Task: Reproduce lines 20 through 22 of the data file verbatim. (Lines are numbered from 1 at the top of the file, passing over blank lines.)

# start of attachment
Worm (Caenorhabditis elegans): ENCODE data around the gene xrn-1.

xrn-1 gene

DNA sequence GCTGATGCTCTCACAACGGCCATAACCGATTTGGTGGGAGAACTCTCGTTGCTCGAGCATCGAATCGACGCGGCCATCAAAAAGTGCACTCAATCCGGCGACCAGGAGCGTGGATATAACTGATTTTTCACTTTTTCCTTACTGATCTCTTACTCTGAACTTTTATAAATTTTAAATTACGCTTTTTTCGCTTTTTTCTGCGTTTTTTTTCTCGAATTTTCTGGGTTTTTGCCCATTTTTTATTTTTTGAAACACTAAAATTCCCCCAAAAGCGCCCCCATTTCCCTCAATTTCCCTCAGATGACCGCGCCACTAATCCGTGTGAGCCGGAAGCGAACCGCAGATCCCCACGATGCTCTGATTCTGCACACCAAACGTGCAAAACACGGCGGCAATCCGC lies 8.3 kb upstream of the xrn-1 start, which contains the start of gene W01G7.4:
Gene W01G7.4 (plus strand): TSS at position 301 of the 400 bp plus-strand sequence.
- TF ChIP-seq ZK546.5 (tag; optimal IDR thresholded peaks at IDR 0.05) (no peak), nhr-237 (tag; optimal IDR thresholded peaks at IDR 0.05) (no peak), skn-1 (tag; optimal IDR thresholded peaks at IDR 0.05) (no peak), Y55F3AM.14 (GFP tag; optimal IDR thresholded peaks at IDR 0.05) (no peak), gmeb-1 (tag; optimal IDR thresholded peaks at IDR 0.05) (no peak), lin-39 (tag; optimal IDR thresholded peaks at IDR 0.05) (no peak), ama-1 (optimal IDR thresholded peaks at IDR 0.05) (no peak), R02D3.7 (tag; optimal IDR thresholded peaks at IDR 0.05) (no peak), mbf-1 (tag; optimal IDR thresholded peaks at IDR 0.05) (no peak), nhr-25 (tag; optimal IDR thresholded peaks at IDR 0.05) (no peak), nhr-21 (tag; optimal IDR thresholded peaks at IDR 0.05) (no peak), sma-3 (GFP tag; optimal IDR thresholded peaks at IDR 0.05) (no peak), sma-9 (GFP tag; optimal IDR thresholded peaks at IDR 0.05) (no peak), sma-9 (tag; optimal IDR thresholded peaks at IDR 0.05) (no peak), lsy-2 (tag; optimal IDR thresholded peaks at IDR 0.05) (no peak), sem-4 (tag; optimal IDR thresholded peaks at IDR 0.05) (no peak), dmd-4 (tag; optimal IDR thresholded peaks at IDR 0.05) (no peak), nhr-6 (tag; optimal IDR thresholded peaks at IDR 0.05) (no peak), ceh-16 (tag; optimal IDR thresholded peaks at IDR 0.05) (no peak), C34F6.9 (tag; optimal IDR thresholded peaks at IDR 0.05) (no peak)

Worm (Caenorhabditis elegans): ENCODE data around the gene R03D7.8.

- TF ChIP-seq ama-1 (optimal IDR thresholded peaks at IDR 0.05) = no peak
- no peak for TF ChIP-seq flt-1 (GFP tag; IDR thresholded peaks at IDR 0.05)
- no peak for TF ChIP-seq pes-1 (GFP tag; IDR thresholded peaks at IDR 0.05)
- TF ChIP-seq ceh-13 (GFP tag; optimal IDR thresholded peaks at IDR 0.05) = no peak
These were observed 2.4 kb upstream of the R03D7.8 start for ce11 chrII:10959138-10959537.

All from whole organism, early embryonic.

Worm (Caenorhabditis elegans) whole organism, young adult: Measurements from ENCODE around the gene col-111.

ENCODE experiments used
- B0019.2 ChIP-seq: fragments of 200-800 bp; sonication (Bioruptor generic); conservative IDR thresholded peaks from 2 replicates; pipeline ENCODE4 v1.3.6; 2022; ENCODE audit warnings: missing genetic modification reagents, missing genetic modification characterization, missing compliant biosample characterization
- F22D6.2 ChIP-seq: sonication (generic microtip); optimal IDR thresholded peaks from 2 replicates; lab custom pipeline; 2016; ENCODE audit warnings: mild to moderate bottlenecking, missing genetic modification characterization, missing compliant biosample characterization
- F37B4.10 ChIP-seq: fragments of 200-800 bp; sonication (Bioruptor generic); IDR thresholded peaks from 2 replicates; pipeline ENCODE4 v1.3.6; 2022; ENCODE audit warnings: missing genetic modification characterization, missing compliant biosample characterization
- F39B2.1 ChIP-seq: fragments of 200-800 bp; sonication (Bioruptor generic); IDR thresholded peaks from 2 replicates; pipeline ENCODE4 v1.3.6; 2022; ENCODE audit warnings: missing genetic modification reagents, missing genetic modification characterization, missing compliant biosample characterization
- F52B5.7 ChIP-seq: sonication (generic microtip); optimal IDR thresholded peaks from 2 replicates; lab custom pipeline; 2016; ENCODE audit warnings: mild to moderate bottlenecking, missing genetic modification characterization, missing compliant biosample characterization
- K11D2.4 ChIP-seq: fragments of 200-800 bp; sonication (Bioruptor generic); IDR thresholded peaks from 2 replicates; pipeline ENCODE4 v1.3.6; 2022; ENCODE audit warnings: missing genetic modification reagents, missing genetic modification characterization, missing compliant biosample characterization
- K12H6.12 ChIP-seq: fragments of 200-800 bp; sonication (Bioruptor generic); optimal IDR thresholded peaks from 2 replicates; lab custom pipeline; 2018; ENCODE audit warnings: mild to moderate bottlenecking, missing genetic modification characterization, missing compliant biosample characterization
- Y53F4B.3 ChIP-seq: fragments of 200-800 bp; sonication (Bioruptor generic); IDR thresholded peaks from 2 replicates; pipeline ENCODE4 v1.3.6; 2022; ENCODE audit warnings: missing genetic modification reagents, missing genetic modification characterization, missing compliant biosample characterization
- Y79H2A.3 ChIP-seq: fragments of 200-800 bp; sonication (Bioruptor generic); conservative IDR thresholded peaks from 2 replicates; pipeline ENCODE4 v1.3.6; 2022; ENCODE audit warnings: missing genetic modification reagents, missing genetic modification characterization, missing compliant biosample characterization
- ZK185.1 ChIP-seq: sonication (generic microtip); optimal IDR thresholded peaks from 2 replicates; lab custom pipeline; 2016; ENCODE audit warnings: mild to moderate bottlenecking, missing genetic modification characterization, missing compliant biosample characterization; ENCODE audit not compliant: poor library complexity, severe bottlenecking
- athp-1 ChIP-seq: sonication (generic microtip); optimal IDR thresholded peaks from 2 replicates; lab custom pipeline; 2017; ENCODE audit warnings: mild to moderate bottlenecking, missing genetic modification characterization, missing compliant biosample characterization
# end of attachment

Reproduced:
- K11D2.4 ChIP-seq: fragments of 200-800 bp; sonication (Bioruptor generic); IDR thresholded peaks from 2 replicates; pipeline ENCODE4 v1.3.6; 2022; ENCODE audit warnings: missing genetic modification reagents, missing genetic modification characterization, missing compliant biosample characterization
- K12H6.12 ChIP-seq: fragments of 200-800 bp; sonication (Bioruptor generic); optimal IDR thresholded peaks from 2 replicates; lab custom pipeline; 2018; ENCODE audit warnings: mild to moderate bottlenecking, missing genetic modification characterization, missing compliant biosample characterization
- Y53F4B.3 ChIP-seq: fragments of 200-800 bp; sonication (Bioruptor generic); IDR thresholded peaks from 2 replicates; pipeline ENCODE4 v1.3.6; 2022; ENCODE audit warnings: missing genetic modification reagents, missing genetic modification characterization, missing compliant biosample characterization